Another style for the humanities is biblatex-dw. It has been updated to version 1.7 recently (2016-12-06) and now works with the current versions of biblatex. You can see an example of the footnote-dw style here.

Finally there are biblatex's standard styles, footnote styles are called verbose-.... The style verbose-inote as well as the verbose-trad1, verbose-trad2 and verbose-trad3 styles could fit the bill. Using the standard styles offers the advantage of easy customisability, they are also guaranteed to keep up with biblatex's development.

  • +1, biblatex-dw has been a good choice for me, easy to customize, at least to a certain degree.
    – doncherry
    Commented May 22, 2016 at 11:57

Since the question is also about ancient texts and their abbreviations I can recommend a biblatex-style which is called


However the style covers rules of the German Archaeological Institute (Deutsches Archäologisches Institut) in first place there are many options to adjust the outcome to ones preferences.

Furthermore the style is fully implemented within German, English, French, Italian and Spanish language.

Options for the preamble are regarding

* additional bibliographies

  • bibancient (bibliography-file with ancient authors and work),
  • bibcorpora (bibliography-file with corpora),
  • lstabbrv (list of abbreviations for journaltitle and series [@String]),
  • lstlocations (list of abbreviations for location [@String]),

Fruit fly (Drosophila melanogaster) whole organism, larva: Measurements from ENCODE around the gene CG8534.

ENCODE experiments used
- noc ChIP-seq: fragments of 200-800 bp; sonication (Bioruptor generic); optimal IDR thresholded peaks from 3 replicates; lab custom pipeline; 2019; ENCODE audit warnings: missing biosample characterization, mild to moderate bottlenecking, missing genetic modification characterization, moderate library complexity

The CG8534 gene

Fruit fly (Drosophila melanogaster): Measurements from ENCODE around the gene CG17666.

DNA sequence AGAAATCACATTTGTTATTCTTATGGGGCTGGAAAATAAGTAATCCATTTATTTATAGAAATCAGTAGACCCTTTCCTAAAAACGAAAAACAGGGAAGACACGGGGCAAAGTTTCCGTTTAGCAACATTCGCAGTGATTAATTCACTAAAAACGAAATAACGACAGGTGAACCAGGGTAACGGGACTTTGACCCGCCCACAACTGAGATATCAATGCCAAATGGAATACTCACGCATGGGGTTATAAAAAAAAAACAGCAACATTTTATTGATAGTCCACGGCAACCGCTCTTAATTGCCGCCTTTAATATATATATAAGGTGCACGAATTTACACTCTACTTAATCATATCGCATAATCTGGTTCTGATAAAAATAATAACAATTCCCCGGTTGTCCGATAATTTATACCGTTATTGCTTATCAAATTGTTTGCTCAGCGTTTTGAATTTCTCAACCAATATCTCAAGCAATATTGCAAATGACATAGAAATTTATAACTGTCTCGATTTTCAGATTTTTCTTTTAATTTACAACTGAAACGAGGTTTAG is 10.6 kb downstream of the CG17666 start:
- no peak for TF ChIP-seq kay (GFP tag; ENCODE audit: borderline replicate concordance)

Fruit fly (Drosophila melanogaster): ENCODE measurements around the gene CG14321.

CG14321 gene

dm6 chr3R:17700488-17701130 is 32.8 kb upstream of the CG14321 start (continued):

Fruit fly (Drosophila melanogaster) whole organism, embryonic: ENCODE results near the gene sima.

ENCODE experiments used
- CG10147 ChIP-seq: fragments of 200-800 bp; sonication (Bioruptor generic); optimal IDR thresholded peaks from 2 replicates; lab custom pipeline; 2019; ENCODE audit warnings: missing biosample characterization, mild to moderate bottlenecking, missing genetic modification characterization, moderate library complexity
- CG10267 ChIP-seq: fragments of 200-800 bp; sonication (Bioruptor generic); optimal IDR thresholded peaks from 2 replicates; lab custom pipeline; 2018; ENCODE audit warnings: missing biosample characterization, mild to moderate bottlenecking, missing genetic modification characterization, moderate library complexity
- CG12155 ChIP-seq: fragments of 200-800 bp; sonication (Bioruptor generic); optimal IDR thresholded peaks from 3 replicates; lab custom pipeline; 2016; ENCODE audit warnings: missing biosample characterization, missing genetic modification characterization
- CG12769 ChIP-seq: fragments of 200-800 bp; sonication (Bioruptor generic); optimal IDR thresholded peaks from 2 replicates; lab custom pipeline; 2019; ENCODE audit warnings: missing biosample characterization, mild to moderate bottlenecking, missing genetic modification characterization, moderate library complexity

• lstpublishers (list of abbreviations for publisher [@String]),

* notation of names

  • bibfullname(full name in bibliography),
  • citeauthorformat (citationformat within text),
  • initials (show digraphs/trigraphs of initials),
  • scshape (print authos with scmall capitals).

* manner of citing

  • edby (change editor-format),
  • inreferences (different citing for @inreferences),
  • noabbrv (show long forms of journaltitle/ series),
  • publisher (print publishers),
  • seenote (different citation-system [see note XY]),
  • translation (show translated titles),
  • yearinparens (put year of publication within parentheses),
  • yearseries (switch order of year and series).

    • global bibliography settings (adjust the width of label and full-citation, count the appearence of a work in the text)

Options for entries options = {}

  • ancient (entry is ancient source) enter image description here enter image description here
  • frgancient (entry is a fragmentary ancient source) enter image description here
  • corpus (entry will be cited with its shorthand) enter image description here
  • uniqueme (in cases of several works of the same ancient author) enter image description here



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@inbook/ @incollection

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@proceedings and @inproceedings